Harry played by Raúl Esparza in Seared, Theresa Rebeck’s latest play to reach New York, is a genius chef, a consummate professional, in a tiny 16 seat restaurant he has started in Brooklyn with Mike, a long-time friend. However, he is also self-destructive and temperamental. When a New York Magazine critic raves about his scallops, he refuses to make them ever again. He demands only the best and finest cuts of meat and fresh fish, which means going to the markets at 5 AM in the morning on days they are open, and finding them elsewhere on days when the markets are closed. He will not compromise his ideals for anyone or anything including the success of the restaurant.
Unfortunately, Mike is out of money and when the rent goes up (not if) they will be out of business. Emily, a new patron and an ambitious food consultant, offers to help, and Mike jumps at the chance to stay afloat and possibly make a profit for the first time. Little by little, Emily makes her presence felt: new tables and chairs, new plates and silverware, new knives, a permit for 12 seats on the sidewalk, their first menus, etc. She has to fight Harry every step of the way as he wants no one treading on his territory, his kitchen. When Emily requests a new signature dish to replace the scallops, Harry comes up with a delicious wild salmon, a fish more difficult to come by than fresh scallops. And when Emily invites a major food critic to review the restaurant without telling Harry in advance, the table is set for a major showdown.
As directed by Moritz von Stuelpnagel, the play is fast-paced and engrossing and the smell of garlic coming from the stage convinces us that real cooking is going on. The completely working industrial kitchen designed by Tim Mackabee is a wonder of economy on the small stage of the Susan & Ronald Frankel Theater at The Robert W. Wilson MCC Theater Space as we watch many meals get prepared in record time. The flaw in the play is that Esparza’s Harry spends so much time ranting about his beliefs and requirements that he becomes both tiresome and unsympathetic. Harry may be an artist fighting capitalist necessities, but he also sabotages his own success. We eventually discover that he is not as ethical as he pretends to be even though he claims not to care about money – or adulations. And as none of the money in the restaurant is his, ultimately he has no say in what is decided.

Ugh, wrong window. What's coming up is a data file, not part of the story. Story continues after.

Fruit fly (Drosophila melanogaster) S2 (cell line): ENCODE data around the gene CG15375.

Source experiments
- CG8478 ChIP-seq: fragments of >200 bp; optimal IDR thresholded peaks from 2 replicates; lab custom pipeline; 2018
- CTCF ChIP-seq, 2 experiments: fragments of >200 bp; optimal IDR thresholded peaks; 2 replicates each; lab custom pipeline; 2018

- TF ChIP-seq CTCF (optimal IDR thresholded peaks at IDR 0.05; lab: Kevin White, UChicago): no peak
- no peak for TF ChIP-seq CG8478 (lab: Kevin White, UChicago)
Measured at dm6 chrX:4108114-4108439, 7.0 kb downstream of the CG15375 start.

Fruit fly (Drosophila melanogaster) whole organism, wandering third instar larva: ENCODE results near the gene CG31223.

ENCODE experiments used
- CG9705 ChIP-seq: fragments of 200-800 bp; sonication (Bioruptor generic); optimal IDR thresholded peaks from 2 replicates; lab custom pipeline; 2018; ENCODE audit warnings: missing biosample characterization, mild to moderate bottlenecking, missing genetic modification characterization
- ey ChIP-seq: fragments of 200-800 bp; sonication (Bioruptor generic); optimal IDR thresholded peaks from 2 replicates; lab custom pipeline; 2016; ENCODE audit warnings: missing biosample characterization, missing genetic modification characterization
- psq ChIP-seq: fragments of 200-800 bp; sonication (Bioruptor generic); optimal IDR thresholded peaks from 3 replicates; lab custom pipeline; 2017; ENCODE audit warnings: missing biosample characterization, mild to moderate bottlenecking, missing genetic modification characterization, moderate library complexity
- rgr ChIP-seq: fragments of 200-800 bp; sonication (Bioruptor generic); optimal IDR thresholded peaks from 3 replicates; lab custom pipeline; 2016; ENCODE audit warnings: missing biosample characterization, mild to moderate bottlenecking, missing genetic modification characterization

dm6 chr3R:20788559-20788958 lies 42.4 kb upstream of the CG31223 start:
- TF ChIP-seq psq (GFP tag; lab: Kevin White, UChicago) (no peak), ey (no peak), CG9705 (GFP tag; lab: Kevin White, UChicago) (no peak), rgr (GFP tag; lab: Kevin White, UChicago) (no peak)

As the genius chef, we watch Esparza chop, sauté, cut, sear, cook, and plate real meals at a speed that is breathtaking. He is every inch the true if eccentric professional. He gives a big performance of this temperamental genius who lives for his work. However, he does not show us the man underneath who became this automaton who has no use for other people or their needs. Krysta Rodriguez, on the other hand, as Emily is always upbeat, perky, self-assured, enthusiastic. She always knows the right thing to say to influence people and has the contacts to back up her promises. However, she also very quickly becomes domineering and overbearing as she refuses to see that she may be making changes too fast for the staff, in particular Harry, its star player.
To some extent, David Mason and W. Tré Davis balance each other as owner Mike and Rodney, the restaurant’s only other waiter. Mason is glum, gruff and depressed as the owner/manager who fears seeing his two and half years of work with no time off going down the drain. Davis as the loyal Rodney, on the other hand, is always cheerful, amusing, rolls with the punches and never complains about anything. David Weiner’s lighting suggests various times of day, while Palmer Hefferan’s sound design includes pop and jazz before each scene. The costumes by Tilly Grimes which are most detailed for Emily clue us into the passing days and weeks of the play.
Theresa Rebeck’s Seared is an accomplished though obsessive workplace play, being billed as a comedy but it is more of a drama in its confrontations and clashes. While it may be totally accurate to what goes on in some restaurant kitchens, it contains the kind of leading protagonist who makes you lose interest in both the play and the topic. The theme may be art versus commerce but Rebeck has stacked the deck a bit too much to one side. Not the only play to take place exclusively in a kitchen, Seared never really lets us know the private lives of the characters so that we can care about them and why we should want them to succeed.
Seared (extended through December 22, 2019)
MCC Theater in association with Williamstown Theatre Festival
The Robert W. Wilson MCC Theater Space
Susan & Ronald Frankel Theater, 511 W. 52nd Street, in Manhattan
For tickets, call 646-506-9393 or visit http://www.mcctheater.org
Running time: two hours and 15 minutes with one intermission